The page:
Two’s company – 9,700 is a crowd

© Eastman
© Hills
© Hills

Currently, the fastest growing field for staple fibres in nonwovens – around 10% per annum – is in the use of bicomponents for a number of absorbent hygiene markets.  These are generally combinations of polypropylene (PP) and polyester (PET), polyethylene (PE) and PET, or PE and PP in drylaid thermally-bonded nonwovens.

Bicomponent fibres come in many forms and their creation has exercised the research and development departments of the major fibre producers and universities and research centres worldwide for many decades. The five most common forms of bicomponent fibre, which are made by co-extruding two polymers in a single fibre, are side-by-side, core-sheath, eccentric core sheath, ‘pie wedge’ and ‘islands in the sea’ configurations.

The most complex of these, the ‘islands in the sea’ fibres, were first introduced by Japan’s Toray in the 1970s as a relatively fast way of producing nanofibres. In this process, nanofilaments are supported in a polymer matrix which surrounds them. The production of sea-island fibres uses a standard flow-draw process, such as melt spinning or meltblowing, and is able to produce on average 4,000 individual nanofilaments within a macroscale fibre. The macroscale fibres are compatible with standard nonwoven processes such as carding. The ‘sea’ polymer of the bicomponent, however, is later extracted by solvents to result in nanofibres with a diameter of around 300nm and the polymer ratio is commonly 50:50, resulting in 50% wastage and making the economics unsuitable for many commercial applications. Nevertheless, fabrics produced from islands in the sea fibres are characterised by high tensile properties, softness and resistance to bursting and tearing.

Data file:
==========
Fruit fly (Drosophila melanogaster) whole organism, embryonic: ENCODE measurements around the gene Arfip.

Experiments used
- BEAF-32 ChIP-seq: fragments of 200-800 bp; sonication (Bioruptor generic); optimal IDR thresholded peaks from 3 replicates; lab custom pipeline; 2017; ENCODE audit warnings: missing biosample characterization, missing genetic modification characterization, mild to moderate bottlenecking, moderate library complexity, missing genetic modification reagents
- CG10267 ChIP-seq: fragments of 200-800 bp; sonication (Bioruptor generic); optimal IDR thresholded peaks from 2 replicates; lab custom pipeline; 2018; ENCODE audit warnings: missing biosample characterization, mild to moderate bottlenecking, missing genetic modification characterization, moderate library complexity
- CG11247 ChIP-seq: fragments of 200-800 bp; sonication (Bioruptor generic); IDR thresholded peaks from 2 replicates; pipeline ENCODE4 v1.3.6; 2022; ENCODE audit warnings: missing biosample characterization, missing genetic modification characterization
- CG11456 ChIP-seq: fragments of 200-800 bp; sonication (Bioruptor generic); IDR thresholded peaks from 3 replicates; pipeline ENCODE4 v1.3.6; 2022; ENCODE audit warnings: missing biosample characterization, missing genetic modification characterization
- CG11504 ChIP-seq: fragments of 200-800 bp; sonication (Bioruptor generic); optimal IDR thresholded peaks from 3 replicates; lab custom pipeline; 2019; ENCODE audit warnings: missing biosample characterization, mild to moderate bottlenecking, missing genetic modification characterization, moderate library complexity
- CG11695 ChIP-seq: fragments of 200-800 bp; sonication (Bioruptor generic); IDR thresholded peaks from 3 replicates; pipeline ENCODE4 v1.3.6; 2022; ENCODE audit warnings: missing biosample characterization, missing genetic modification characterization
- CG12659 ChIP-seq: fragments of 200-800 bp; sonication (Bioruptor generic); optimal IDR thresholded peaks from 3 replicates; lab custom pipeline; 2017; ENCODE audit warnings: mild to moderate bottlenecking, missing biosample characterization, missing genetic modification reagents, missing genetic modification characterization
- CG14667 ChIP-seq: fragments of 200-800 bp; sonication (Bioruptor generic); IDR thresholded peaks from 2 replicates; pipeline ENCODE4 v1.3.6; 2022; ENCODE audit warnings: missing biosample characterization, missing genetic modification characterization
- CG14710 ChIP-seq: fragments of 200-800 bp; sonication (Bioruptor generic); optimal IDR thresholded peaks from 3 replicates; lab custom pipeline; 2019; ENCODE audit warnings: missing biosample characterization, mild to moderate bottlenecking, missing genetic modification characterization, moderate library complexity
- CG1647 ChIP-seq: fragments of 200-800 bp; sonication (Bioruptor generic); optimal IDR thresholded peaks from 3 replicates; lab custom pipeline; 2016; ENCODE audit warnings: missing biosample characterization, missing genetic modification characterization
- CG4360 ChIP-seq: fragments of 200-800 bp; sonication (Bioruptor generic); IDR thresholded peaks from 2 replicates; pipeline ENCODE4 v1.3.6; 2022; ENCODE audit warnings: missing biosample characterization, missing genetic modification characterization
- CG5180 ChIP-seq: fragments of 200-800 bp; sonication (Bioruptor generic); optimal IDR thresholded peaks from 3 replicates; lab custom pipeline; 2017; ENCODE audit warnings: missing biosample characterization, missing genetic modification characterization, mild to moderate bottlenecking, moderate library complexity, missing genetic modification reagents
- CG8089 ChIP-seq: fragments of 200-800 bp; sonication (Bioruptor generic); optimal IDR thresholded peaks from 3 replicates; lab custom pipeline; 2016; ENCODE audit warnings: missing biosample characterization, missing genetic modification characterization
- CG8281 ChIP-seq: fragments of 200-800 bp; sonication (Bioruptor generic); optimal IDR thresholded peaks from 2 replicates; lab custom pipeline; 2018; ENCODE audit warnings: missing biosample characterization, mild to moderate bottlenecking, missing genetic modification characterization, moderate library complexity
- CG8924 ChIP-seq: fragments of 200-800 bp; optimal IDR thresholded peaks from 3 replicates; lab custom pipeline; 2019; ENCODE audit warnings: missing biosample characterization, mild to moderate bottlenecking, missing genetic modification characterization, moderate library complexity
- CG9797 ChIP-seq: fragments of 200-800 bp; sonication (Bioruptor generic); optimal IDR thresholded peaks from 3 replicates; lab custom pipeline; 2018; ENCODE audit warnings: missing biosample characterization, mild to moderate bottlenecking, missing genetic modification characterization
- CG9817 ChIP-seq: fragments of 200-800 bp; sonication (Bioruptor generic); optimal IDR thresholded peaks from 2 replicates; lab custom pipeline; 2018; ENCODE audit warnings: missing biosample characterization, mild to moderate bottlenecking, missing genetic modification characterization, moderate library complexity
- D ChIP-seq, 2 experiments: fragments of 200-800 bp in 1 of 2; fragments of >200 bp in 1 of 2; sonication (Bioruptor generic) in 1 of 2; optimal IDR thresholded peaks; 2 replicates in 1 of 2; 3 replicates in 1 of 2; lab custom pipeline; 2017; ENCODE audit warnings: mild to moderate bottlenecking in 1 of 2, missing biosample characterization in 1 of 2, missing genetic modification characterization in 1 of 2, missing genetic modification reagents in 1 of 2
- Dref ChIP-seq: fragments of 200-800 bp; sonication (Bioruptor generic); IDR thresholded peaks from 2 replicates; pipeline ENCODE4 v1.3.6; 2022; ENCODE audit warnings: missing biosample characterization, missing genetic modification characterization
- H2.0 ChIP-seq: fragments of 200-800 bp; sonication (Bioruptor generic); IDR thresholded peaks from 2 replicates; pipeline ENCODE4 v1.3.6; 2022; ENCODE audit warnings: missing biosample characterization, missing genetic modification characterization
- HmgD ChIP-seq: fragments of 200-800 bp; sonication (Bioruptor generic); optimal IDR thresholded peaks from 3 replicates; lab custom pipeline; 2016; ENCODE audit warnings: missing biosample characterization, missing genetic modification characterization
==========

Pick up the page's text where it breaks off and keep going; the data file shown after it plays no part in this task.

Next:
Hills Inc., based in Melbourne, Florida, is an expert in the development of special technology for the production of bi- and multi-component extrusion spinning and has demonstrated the ability to produce a much wider range of exotic bicomponent fibres, including hollow segmented pies, tipped trilobals, side-by-side trilobals, tricomponent segmented pies and even sea-island fibres containing up to 9,700 nanofilaments. The company’s showstopping creations are fibres with the company’s logo or other brands designed into them.


Wetlaid success

A recent success story in the wetlaid nonwovens market has been the Cyphrex range of PET microfibres from Eastman.

These bicomponents are comprised of typical fibre-grade polymers and a proprietary water-dispersible copolyester. The spun bicomponent fibres are precisely cut to prescribed lengths before the water-dispersible polymer is removed – with nothing more than hot water – to produce the Cyphrex microfibre pulp. This easily integrates into existing wetlaid processes and is compatible with other fibre materials such as cellulosics and glass.

With its proprietary microfibre process , Eastman is able to produce synthetic microfibres in unique combinations of sizes, shapes and fibre types.

Eastman received a special Innovation Award for the development of Cyphrex at the INDEX™14 nonwovens show held at Palexpo in Geneva, Switzerland. At INDEX™17, which takes place at the same venue from April 4th-7th next year, the very latest developments in bicomponent fibres will be amongst the innovations on show.


Sheath and core

In drylaid nonwovens production it is sheath and core bicomponent fibres which are now being widely employed. The core of these fibres is normal PET, and the sheath a modified co-PET with a lower melting point. Different sheath melting points are available on the market, with 110°C being the most common.

During 2016, Beaulieu Fibres International (BFI) announced a €30 million investment to extend production capacity at its plant in Terni, Italy, and expand its Meraklon fibre portfolio with new bicomponent products for hygiene.

The investment centres on a new line equipped with long spin technology to meet an increase in demand.

The new line will enable BFI to add bicomponent PE/PET and PP/PET fibres, supporting high customer demand for these fibres for applications in baby diapers, adult incontinence products, feminine care and wipes.

Nonwovens made with bicomponent fibres generally have a higher loft and bulk than conventional fibres, as well as good resilience. The higher melting temperature of PET in the core of the fibre allows a broad bonding window during the production process and PE/PET fibres in particular, have very nice soft-touch properties for these end-use applications.


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